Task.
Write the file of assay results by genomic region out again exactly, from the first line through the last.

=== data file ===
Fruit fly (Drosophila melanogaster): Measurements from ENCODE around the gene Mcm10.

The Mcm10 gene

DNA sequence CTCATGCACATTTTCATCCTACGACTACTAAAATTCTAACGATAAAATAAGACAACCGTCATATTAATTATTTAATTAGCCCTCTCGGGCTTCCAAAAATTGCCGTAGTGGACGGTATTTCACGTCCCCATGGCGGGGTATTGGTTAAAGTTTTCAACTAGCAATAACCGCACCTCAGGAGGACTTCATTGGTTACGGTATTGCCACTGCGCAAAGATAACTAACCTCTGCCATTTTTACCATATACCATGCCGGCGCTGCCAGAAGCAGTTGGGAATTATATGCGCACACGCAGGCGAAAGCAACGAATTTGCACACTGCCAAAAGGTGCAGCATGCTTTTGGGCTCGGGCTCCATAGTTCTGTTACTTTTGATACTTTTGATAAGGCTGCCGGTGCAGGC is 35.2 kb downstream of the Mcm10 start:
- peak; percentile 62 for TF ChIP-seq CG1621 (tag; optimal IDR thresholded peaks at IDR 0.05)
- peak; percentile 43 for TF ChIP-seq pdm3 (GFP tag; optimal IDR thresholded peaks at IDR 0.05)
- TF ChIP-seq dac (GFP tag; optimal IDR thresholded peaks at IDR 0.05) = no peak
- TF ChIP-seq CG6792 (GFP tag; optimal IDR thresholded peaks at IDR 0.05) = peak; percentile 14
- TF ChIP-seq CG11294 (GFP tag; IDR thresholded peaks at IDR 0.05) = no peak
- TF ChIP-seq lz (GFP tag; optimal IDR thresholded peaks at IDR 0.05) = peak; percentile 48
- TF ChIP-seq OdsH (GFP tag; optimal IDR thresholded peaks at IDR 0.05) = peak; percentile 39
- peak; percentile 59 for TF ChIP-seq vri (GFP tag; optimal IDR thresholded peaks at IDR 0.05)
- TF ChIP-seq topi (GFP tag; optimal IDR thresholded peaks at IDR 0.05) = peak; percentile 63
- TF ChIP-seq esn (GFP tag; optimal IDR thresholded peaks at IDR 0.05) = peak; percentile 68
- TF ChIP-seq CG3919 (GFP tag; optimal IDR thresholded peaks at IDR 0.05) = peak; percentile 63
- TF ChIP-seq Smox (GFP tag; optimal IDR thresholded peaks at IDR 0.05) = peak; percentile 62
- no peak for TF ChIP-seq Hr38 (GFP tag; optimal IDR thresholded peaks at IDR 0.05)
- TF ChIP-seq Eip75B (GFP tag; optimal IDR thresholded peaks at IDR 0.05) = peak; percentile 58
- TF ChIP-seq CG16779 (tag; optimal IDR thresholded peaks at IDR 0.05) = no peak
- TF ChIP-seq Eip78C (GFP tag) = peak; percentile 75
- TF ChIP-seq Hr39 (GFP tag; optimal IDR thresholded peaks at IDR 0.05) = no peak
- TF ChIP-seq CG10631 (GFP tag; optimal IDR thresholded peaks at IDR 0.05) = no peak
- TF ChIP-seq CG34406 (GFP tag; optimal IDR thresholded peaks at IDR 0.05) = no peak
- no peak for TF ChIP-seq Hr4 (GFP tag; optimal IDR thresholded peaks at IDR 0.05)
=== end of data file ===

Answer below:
Fruit fly (Drosophila melanogaster): Measurements from ENCODE around the gene Mcm10.

The Mcm10 gene

DNA sequence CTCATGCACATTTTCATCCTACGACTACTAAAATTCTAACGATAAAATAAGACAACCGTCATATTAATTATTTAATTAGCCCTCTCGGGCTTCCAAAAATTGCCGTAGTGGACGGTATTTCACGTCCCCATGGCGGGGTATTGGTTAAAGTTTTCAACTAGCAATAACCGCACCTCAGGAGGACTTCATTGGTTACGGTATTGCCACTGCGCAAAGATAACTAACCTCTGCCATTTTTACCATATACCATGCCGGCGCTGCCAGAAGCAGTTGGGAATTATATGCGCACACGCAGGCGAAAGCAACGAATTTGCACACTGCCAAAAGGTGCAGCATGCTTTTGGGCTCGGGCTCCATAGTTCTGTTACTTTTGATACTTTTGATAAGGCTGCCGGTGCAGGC is 35.2 kb downstream of the Mcm10 start:
- peak; percentile 62 for TF ChIP-seq CG1621 (tag; optimal IDR thresholded peaks at IDR 0.05)
- peak; percentile 43 for TF ChIP-seq pdm3 (GFP tag; optimal IDR thresholded peaks at IDR 0.05)
- TF ChIP-seq dac (GFP tag; optimal IDR thresholded peaks at IDR 0.05) = no peak
- TF ChIP-seq CG6792 (GFP tag; optimal IDR thresholded peaks at IDR 0.05) = peak; percentile 14
- TF ChIP-seq CG11294 (GFP tag; IDR thresholded peaks at IDR 0.05) = no peak
- TF ChIP-seq lz (GFP tag; optimal IDR thresholded peaks at IDR 0.05) = peak; percentile 48
- TF ChIP-seq OdsH (GFP tag; optimal IDR thresholded peaks at IDR 0.05) = peak; percentile 39
- peak; percentile 59 for TF ChIP-seq vri (GFP tag; optimal IDR thresholded peaks at IDR 0.05)
- TF ChIP-seq topi (GFP tag; optimal IDR thresholded peaks at IDR 0.05) = peak; percentile 63
- TF ChIP-seq esn (GFP tag; optimal IDR thresholded peaks at IDR 0.05) = peak; percentile 68
- TF ChIP-seq CG3919 (GFP tag; optimal IDR thresholded peaks at IDR 0.05) = peak; percentile 63
- TF ChIP-seq Smox (GFP tag; optimal IDR thresholded peaks at IDR 0.05) = peak; percentile 62
- no peak for TF ChIP-seq Hr38 (GFP tag; optimal IDR thresholded peaks at IDR 0.05)
- TF ChIP-seq Eip75B (GFP tag; optimal IDR thresholded peaks at IDR 0.05) = peak; percentile 58
- TF ChIP-seq CG16779 (tag; optimal IDR thresholded peaks at IDR 0.05) = no peak
- TF ChIP-seq Eip78C (GFP tag) = peak; percentile 75
- TF ChIP-seq Hr39 (GFP tag; optimal IDR thresholded peaks at IDR 0.05) = no peak
- TF ChIP-seq CG10631 (GFP tag; optimal IDR thresholded peaks at IDR 0.05) = no peak
- TF ChIP-seq CG34406 (GFP tag; optimal IDR thresholded peaks at IDR 0.05) = no peak
- no peak for TF ChIP-seq Hr4 (GFP tag; optimal IDR thresholded peaks at IDR 0.05)